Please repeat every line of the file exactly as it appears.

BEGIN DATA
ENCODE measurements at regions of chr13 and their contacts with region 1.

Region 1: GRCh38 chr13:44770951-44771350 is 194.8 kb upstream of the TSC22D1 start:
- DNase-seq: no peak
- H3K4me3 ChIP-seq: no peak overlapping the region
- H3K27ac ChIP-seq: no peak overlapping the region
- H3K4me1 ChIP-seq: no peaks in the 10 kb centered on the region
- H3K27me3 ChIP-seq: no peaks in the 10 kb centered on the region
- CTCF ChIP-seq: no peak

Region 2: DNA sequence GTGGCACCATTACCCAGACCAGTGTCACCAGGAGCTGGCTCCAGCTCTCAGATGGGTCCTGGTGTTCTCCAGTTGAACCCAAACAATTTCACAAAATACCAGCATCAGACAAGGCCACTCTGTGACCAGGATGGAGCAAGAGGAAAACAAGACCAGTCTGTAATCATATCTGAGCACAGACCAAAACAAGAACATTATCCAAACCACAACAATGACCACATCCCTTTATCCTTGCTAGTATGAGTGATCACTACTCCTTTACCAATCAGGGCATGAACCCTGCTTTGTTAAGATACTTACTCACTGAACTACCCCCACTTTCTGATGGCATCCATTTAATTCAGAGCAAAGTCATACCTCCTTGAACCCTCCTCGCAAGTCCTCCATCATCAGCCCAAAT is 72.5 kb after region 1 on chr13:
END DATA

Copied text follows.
ENCODE measurements at regions of chr13 and their contacts with region 1.

Region 1: GRCh38 chr13:44770951-44771350 is 194.8 kb upstream of the TSC22D1 start:
- DNase-seq: no peak
- H3K4me3 ChIP-seq: no peak overlapping the region
- H3K27ac ChIP-seq: no peak overlapping the region
- H3K4me1 ChIP-seq: no peaks in the 10 kb centered on the region
- H3K27me3 ChIP-seq: no peaks in the 10 kb centered on the region
- CTCF ChIP-seq: no peak

Region 2: DNA sequence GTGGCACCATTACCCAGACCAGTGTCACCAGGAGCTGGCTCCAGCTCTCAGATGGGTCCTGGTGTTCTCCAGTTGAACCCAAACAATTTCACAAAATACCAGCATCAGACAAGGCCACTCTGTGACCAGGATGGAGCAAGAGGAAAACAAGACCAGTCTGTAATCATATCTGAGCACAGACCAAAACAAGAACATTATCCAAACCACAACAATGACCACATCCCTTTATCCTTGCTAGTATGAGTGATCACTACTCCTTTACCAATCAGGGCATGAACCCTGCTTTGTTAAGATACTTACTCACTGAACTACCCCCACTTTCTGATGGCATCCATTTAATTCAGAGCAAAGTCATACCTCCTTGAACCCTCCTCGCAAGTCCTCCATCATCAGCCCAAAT is 72.5 kb after region 1 on chr13: